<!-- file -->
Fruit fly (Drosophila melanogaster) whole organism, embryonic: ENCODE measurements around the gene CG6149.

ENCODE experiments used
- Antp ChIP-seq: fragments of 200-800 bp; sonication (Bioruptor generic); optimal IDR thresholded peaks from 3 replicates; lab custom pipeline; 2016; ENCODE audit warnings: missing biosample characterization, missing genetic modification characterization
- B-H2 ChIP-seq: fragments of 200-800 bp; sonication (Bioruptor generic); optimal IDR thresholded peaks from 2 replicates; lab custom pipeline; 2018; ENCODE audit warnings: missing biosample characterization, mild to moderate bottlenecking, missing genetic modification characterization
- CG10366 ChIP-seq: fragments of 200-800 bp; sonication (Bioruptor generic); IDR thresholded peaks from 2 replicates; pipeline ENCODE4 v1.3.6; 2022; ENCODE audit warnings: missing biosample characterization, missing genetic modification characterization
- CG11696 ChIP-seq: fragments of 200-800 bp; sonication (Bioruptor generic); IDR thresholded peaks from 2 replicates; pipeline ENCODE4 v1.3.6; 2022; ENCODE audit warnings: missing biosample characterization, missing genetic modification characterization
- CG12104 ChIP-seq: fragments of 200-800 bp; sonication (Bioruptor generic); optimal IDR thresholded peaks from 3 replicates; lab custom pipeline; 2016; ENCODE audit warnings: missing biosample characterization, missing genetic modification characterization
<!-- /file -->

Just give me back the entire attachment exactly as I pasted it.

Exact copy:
Fruit fly (Drosophila melanogaster) whole organism, embryonic: ENCODE measurements around the gene CG6149.

ENCODE experiments used
- Antp ChIP-seq: fragments of 200-800 bp; sonication (Bioruptor generic); optimal IDR thresholded peaks from 3 replicates; lab custom pipeline; 2016; ENCODE audit warnings: missing biosample characterization, missing genetic modification characterization
- B-H2 ChIP-seq: fragments of 200-800 bp; sonication (Bioruptor generic); optimal IDR thresholded peaks from 2 replicates; lab custom pipeline; 2018; ENCODE audit warnings: missing biosample characterization, mild to moderate bottlenecking, missing genetic modification characterization
- CG10366 ChIP-seq: fragments of 200-800 bp; sonication (Bioruptor generic); IDR thresholded peaks from 2 replicates; pipeline ENCODE4 v1.3.6; 2022; ENCODE audit warnings: missing biosample characterization, missing genetic modification characterization
- CG11696 ChIP-seq: fragments of 200-800 bp; sonication (Bioruptor generic); IDR thresholded peaks from 2 replicates; pipeline ENCODE4 v1.3.6; 2022; ENCODE audit warnings: missing biosample characterization, missing genetic modification characterization
- CG12104 ChIP-seq: fragments of 200-800 bp; sonication (Bioruptor generic); optimal IDR thresholded peaks from 3 replicates; lab custom pipeline; 2016; ENCODE audit warnings: missing biosample characterization, missing genetic modification characterization